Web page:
Honors College
 

Document Type

Honors Thesis

Major

Marketing

Advisor(s)

Stefano Tijerina

Committee Members

Dmitri Markovitch, Susan Myrden, Rusty Stough, Jennie Woodard

Graduation Year

May 2021

Publication Date

Spring 5-2021

Abstract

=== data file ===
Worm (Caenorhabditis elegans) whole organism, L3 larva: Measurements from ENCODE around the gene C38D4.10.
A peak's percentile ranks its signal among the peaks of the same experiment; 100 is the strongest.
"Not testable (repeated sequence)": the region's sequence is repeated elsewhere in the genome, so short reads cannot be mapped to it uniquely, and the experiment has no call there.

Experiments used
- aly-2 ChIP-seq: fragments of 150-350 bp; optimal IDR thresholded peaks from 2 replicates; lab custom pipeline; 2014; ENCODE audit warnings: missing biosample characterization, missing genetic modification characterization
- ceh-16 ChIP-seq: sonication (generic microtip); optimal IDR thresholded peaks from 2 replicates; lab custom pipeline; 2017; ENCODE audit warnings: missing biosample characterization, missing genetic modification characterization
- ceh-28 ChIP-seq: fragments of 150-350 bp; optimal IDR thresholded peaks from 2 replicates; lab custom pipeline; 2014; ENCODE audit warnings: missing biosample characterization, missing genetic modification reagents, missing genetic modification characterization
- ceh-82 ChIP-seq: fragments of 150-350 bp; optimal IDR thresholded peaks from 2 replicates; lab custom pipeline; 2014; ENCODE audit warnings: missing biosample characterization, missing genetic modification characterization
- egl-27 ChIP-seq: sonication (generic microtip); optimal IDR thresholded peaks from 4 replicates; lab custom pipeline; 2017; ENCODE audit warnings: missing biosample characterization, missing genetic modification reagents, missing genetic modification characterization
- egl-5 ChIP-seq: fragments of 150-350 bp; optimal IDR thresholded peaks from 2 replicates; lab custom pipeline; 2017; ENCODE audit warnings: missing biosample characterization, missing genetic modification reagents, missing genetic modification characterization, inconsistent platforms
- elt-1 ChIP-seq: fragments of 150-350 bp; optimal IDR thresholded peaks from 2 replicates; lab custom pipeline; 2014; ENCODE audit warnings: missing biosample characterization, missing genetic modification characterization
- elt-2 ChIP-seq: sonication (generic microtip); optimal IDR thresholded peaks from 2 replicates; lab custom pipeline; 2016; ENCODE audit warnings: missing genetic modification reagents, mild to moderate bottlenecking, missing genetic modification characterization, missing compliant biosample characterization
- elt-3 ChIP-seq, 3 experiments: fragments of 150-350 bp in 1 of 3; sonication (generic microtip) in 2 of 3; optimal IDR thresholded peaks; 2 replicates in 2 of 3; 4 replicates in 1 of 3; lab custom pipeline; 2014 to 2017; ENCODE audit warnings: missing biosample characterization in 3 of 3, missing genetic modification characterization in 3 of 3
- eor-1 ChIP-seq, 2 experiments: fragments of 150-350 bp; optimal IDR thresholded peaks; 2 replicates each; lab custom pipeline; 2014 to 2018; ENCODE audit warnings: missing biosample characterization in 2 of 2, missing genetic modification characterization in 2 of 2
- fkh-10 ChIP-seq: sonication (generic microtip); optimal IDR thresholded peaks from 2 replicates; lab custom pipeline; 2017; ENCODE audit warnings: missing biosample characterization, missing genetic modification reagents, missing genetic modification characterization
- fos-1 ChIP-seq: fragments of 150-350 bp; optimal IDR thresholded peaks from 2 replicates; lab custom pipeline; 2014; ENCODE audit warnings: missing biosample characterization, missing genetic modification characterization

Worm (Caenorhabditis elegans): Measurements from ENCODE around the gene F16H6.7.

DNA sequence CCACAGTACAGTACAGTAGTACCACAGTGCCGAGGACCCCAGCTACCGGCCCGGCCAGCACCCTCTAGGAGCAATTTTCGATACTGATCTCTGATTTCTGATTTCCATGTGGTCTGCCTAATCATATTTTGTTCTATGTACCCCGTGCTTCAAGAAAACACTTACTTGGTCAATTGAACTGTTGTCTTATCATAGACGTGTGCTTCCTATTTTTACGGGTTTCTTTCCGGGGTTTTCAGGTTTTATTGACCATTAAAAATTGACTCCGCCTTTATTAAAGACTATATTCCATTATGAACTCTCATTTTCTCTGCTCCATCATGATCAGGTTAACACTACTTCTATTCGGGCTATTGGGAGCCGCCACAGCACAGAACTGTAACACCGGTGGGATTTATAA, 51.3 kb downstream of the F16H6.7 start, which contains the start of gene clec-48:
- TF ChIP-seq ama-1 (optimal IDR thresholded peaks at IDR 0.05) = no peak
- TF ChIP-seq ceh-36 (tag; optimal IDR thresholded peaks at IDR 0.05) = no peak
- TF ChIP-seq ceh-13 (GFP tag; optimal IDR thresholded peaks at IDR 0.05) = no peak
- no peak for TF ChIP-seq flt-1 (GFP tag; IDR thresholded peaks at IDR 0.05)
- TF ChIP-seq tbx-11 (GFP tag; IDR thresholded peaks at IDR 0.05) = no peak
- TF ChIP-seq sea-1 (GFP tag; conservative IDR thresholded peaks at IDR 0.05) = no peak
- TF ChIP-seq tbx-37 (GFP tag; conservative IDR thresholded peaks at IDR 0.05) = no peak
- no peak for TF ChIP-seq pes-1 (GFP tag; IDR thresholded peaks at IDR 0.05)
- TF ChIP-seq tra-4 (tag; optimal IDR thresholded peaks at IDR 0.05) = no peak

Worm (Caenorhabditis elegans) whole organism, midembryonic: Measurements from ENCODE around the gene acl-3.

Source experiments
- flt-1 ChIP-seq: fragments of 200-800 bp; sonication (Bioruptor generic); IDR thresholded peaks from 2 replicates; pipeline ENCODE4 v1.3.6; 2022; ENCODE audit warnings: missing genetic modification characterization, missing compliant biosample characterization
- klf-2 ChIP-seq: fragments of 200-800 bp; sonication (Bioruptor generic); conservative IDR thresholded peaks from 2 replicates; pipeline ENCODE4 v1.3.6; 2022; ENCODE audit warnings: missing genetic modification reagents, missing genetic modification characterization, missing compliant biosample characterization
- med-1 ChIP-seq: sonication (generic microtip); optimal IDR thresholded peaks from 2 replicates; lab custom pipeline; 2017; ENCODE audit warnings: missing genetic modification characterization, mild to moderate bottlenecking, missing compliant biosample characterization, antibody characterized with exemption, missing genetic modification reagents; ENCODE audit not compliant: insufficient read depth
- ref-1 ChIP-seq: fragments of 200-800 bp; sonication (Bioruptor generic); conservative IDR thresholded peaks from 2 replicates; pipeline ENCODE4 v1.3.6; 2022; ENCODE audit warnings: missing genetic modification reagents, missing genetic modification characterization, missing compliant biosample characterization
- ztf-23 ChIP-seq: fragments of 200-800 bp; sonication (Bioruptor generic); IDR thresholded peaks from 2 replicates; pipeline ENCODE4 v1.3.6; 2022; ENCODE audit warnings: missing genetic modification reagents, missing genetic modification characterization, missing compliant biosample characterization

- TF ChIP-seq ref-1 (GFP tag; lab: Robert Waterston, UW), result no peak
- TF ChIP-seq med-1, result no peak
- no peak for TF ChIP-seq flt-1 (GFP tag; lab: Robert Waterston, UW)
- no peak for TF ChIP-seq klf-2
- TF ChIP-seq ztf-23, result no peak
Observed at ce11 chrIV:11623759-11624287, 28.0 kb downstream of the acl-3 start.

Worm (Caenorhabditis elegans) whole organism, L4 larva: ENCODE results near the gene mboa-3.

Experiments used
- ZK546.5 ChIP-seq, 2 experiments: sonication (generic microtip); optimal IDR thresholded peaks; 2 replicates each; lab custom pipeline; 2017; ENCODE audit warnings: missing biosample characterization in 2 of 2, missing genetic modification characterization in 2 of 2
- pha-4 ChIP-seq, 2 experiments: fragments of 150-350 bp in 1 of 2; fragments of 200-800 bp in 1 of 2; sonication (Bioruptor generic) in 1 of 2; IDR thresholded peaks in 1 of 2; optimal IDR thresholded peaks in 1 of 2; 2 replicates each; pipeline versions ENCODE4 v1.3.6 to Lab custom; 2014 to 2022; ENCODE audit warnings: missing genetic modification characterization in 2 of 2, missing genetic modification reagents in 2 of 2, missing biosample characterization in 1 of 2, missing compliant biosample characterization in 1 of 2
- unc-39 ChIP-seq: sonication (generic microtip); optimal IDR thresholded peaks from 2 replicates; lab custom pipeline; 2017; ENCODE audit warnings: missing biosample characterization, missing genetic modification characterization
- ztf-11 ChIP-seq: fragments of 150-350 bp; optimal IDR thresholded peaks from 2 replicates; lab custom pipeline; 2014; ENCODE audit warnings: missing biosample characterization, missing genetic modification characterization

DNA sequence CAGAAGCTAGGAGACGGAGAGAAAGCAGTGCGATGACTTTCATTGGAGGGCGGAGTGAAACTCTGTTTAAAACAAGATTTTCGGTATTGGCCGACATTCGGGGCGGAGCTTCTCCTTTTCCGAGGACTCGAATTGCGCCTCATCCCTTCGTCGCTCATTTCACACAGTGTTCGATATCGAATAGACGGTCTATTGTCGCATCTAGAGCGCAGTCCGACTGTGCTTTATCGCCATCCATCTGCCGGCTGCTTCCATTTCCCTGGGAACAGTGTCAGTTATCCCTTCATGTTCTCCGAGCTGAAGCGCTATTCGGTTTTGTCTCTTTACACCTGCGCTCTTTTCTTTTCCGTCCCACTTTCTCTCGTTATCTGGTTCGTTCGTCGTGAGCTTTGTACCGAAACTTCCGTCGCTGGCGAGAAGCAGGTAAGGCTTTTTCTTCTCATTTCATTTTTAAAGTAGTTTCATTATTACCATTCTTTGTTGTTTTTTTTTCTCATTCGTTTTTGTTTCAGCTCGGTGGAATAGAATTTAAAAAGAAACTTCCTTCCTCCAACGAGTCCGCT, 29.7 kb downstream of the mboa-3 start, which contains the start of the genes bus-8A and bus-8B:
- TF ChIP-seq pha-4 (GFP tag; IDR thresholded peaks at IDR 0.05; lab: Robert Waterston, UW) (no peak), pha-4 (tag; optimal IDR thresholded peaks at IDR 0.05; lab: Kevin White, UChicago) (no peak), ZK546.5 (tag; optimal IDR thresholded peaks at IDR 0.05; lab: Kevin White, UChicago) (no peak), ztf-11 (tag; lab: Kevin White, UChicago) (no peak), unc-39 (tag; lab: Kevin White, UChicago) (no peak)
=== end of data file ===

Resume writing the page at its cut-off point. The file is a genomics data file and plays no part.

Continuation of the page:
Media giants, among them Facebook, Instagram and Twitter, support verified accounts. Verification, denoted by a blue checkmark badge visible in search and on one’s profile, is ostensibly a way of confirming one’s identity, yet only accounts with large followings are awarded verification status by the platform. This research investigates the perception of verification in the context of paid partnerships with social media influencers, a topic relatively absent from the literature despite the billions of dollars spent on influencer partnerships. Verified influencers cost more, therefore, this research could allow brands to capitalize their ad return if they are made aware of the implications associated with verification. Specifically, I investigate if consumers perceive verification as more directly associated with credibility or celebrity and if this relationship yields discrepancies in consumer’s trust of the brand, advertisement, and endorser in paid partnerships on social media. Two questionnaires administered via Amazon’s Mechanical Turk tested two hypotheses. 342 respondents completed a pre-test that tested, and proved true, the assumption that verification is viewed as the same regardless of platform. In the primary study, 413 participants were randomly assigned to one artificial Instagram post in a 2 x 2 between-subject design: (beauty vs. fitness industry) x (verified vs. unverified). Surprisingly, results indicated that verification had no impact on user’s perceptions of credibility, celebrity or trust. Interestingly, verification did play a significant role in user’s perceptions of endorser attractiveness and beauty and verified endorsers were viewed as less attractive. Given the findings, supplemental, future research is discussed as well as implications for marketers since verified endorsers showed no statistically significant benefits, yet they are costlier to work with.

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